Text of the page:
Born on 10 July 1989 in Rwanda, Venant Abayisenga is or would have been 31 years old on this 10 July 2020.
He was barely a year old when war broke out in Rwanda on 1 October 1990, and he was a child throughout the years when the country was on turmoil.
In 1995, at only 6 years old, he witnessed thebrutal murder of his mother by RPA soldiers in Nyabirasi in north-western Rwanda. His little brother, barely a year and four months old, was also murdered while on his mother’s back.
In 2012, at the age of 23, he decided to get involved in politics, joining a new generation of Rwandans who wish to take their destiny into their own hands by having a say in the reconstruction of the country.
In June 2013, at the age of 24, and only a few months after his debut in politics, he became the victim of political persecution when he was arbitrarily imprisoned for aperiod of one year and a half.
He was freed in December 2014 and, far from being broken by his stay in detention, he decided to continue his political struggle for a Rwanda that respects the rights of every citizen.
In September 2017, only a few weeks after the presidential elections which were won by General Kagame with a Stalinist score of 99% of the votes, he fell victim to the “Post-Election Political Crackdown” during which many opponents were imprisoned.
Under the shadow of the high-profile imprisonment of Diane Rwigara and her family, he began his second stay in prison.
At 28 years of age, and after havinglived through harassment and imprisonment, heendured torture which is used by the RPF as a repressive tool to stifledissenting voices.Soon after he was arrested, he was transferred to a location referred to as “Gacinya’s” in Gikondo, which is infamous for thedire fate which awaits those detained there.
He recounted what happened to him next: “I had big problems there, I was beaten. They wanted me to tell them about an armed group we had supposedly created. (…) They didn’t believe me and I stayed there, and they continued to beat me up, they faked my execution. At one point I had a bleeding problem, that’s when they started beating me less. They would put me under the table, one hitting me from behind on the soles of my feet, the other with a truncheon on my head (…) They wanted to torture those of us who had been arrested last in an exemplary way… I stayed in mycell, arms bound, alone in that gloomy place from where you come out to be beaten, and you feel there is no end. (…) Around the 17th [September 2017] the beating started again. When I started bleeding again, they took a break but kept telling me they were going to kill me. They came with a plastic bag, put it in front of me and asked me to tell them who I had been with in the armed group […] On September 23, they came back and beat me again. They wanted to interrogate me but I told them I wanted a lawyer. They told me, “You will never leave this place, nobody knows you are here, we can kill you and there will be no prosecution against us.”I already knew that a lot of people are actually killed under this regime without any follow-up. (…) For example, they put a lot of stones in the maize we ate, just like the porridge we received, instead of sugar they put sand in it. But I put up with these bad living conditions and I am still alive. And I hope to live for a long time to come. (…) They told me that they had killed my companions and that they were going to do the same with me. And indeed they didcommit killingsat “Gacinya’s”. There would betimes when we would hear someone die, and then we would see them come to clean up. When you see that, you tell yourself that your life is over. (…) Afterwards I was transferred to Mageragere prison and the torture continued, but on a different level. The torture in that prison has reached such a level of organisation that one wonders if it is not planned by the state.“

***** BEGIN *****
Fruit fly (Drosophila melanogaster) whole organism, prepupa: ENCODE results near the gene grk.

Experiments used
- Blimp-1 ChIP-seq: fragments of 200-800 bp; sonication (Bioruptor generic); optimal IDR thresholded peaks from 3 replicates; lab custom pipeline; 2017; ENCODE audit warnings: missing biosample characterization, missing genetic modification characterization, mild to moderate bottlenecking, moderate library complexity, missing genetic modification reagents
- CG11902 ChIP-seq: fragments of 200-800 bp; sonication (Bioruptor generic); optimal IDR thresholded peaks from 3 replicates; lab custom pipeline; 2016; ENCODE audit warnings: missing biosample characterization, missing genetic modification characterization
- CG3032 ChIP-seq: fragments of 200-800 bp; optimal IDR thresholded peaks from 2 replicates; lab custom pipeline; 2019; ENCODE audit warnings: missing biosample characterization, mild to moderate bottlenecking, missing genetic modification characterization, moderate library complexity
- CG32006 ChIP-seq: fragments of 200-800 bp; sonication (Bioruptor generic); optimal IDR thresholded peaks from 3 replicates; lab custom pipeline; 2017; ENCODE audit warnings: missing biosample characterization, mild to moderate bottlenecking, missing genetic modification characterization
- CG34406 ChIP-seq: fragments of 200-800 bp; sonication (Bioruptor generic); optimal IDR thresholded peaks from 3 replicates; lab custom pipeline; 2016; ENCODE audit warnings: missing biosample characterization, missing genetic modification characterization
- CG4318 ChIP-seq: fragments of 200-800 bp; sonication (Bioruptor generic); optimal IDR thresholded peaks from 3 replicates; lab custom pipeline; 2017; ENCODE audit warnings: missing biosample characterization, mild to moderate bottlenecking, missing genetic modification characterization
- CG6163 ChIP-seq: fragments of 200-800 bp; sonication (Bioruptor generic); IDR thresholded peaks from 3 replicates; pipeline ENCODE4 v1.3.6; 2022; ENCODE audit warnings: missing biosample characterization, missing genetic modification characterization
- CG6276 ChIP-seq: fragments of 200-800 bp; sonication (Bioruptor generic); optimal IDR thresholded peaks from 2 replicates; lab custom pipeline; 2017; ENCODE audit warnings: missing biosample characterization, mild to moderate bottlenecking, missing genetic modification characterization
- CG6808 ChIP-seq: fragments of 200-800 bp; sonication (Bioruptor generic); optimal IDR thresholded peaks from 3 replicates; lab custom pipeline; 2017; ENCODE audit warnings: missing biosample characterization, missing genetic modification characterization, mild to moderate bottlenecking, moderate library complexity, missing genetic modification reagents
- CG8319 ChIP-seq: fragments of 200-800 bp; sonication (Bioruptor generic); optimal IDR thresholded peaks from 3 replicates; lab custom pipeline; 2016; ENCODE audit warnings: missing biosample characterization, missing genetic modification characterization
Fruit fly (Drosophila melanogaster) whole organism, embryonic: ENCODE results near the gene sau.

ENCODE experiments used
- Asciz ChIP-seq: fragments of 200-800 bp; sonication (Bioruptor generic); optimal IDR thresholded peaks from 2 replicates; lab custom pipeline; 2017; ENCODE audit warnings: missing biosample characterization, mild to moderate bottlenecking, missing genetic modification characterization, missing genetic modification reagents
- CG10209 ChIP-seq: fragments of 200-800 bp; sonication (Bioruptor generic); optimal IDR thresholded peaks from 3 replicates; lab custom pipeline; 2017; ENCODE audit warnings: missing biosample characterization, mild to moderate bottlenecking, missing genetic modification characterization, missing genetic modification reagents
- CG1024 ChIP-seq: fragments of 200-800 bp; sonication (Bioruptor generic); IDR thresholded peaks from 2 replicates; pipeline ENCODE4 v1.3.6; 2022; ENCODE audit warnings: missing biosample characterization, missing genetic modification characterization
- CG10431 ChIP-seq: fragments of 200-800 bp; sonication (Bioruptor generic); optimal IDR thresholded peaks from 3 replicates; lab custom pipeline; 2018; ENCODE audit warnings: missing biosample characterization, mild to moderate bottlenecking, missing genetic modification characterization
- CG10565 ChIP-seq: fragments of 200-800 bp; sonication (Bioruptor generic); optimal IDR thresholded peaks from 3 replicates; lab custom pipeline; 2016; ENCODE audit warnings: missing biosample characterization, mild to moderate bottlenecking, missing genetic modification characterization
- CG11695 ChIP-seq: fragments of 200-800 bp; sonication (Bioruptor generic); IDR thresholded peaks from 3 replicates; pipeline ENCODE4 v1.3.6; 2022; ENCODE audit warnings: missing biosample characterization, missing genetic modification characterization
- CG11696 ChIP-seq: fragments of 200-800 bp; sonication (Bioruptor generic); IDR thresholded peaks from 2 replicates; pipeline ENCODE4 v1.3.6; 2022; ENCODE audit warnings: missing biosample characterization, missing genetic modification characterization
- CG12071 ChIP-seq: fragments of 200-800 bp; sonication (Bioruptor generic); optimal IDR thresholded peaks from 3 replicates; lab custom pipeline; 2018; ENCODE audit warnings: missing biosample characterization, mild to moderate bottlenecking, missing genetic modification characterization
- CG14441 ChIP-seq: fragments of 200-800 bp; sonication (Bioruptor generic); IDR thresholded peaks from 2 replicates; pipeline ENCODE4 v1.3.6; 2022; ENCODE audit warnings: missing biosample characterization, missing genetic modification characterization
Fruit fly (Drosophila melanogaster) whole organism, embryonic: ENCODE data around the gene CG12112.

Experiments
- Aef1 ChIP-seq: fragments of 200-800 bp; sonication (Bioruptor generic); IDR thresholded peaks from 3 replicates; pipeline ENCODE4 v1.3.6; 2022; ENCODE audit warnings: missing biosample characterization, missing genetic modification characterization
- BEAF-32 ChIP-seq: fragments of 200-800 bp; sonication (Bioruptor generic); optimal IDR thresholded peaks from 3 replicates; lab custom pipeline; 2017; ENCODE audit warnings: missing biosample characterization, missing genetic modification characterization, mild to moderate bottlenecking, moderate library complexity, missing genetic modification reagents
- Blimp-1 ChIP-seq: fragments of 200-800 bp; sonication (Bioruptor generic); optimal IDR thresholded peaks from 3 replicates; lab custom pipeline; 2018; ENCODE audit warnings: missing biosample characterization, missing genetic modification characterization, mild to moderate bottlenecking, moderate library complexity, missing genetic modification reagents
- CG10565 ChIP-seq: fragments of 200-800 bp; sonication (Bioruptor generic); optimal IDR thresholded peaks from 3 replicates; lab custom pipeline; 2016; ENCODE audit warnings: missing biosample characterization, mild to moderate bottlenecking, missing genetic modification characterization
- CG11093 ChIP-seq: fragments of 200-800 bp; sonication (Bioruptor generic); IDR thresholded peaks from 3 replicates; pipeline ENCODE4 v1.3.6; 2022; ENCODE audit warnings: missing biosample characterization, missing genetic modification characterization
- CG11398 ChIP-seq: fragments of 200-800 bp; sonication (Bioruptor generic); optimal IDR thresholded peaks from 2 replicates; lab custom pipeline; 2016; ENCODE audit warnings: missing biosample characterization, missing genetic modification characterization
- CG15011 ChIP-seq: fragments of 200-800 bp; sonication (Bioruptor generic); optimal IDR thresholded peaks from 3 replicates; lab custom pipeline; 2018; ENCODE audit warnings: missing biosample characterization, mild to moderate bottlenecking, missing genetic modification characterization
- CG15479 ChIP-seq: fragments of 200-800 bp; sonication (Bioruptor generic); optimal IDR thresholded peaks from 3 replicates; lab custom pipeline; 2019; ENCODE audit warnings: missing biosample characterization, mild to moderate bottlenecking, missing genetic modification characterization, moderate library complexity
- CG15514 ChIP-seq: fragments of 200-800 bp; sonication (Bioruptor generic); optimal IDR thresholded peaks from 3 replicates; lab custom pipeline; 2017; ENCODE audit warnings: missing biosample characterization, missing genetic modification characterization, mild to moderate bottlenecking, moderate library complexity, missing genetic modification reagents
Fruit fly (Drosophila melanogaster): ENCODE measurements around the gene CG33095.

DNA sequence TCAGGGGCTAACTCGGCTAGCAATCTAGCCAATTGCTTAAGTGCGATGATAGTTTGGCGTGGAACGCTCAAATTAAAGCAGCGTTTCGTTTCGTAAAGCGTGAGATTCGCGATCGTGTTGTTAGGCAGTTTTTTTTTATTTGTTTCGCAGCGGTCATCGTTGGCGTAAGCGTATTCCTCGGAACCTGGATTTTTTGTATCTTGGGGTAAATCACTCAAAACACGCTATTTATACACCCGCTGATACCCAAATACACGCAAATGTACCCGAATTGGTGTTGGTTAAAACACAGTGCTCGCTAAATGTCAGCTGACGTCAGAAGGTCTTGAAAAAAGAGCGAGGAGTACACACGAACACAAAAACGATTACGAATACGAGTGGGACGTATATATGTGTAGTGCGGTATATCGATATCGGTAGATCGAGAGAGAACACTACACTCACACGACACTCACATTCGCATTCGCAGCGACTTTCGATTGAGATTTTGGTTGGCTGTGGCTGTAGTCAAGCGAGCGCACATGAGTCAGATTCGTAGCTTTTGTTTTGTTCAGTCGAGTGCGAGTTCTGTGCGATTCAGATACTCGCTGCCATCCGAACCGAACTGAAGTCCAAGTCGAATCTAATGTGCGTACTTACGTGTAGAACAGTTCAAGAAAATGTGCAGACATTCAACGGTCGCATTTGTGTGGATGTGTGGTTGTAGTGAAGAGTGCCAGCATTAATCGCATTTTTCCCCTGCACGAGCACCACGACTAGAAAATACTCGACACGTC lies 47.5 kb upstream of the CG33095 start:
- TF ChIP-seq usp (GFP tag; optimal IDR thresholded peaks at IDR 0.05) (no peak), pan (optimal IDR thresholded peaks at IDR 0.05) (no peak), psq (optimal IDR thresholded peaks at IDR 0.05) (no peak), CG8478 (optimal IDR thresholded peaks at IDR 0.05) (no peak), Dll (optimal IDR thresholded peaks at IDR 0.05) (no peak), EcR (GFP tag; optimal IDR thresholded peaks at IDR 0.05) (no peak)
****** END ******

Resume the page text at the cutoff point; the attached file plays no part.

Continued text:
On 23 January 2020, after two and a half yearsof detention, he was acquitted of all charges against him and immediately released, along with Theophile Ntirutwa, his co-detainee and party comrade.
On 6 June 2020, less than a month after Theophile Ntirutwa survived an assassination attempt, Venant became the target of a forced disappearance, another tool in the RPF’s repressive arsenal.
At only 30 years old, having left his home for a brief moment to buy credit for his phone, he did not return.
He has not been seen since.
More than a month has passed.